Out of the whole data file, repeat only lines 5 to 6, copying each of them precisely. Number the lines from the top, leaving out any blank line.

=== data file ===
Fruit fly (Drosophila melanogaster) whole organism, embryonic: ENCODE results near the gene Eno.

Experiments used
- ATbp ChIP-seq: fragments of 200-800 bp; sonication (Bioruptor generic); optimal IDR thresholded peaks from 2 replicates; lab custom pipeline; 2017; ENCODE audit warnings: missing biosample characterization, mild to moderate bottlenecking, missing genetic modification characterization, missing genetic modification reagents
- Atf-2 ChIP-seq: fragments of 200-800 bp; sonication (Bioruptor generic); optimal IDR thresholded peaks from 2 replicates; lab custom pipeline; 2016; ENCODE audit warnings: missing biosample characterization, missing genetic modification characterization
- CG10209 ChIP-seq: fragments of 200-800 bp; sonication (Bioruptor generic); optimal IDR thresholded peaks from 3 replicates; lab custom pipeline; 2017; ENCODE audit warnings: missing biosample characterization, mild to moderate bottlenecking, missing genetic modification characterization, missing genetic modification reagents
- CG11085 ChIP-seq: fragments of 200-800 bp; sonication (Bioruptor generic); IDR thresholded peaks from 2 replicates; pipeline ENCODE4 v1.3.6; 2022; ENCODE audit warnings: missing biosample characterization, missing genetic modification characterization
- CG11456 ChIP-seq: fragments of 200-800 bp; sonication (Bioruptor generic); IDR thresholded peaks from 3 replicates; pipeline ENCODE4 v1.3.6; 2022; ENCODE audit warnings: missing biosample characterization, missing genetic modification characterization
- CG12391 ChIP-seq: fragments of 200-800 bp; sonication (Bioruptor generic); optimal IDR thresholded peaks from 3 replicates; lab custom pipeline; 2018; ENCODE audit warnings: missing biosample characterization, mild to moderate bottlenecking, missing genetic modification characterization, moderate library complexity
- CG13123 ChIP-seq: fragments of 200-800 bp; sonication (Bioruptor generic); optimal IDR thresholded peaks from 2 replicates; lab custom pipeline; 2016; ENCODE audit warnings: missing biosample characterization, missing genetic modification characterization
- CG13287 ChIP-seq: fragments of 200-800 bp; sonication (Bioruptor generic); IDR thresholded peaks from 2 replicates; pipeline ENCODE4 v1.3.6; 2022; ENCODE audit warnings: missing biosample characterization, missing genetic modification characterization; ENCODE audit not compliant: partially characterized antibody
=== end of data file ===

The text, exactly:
- CG10209 ChIP-seq: fragments of 200-800 bp; sonication (Bioruptor generic); optimal IDR thresholded peaks from 3 replicates; lab custom pipeline; 2017; ENCODE audit warnings: missing biosample characterization, mild to moderate bottlenecking, missing genetic modification characterization, missing genetic modification reagents
- CG11085 ChIP-seq: fragments of 200-800 bp; sonication (Bioruptor generic); IDR thresholded peaks from 2 replicates; pipeline ENCODE4 v1.3.6; 2022; ENCODE audit warnings: missing biosample characterization, missing genetic modification characterization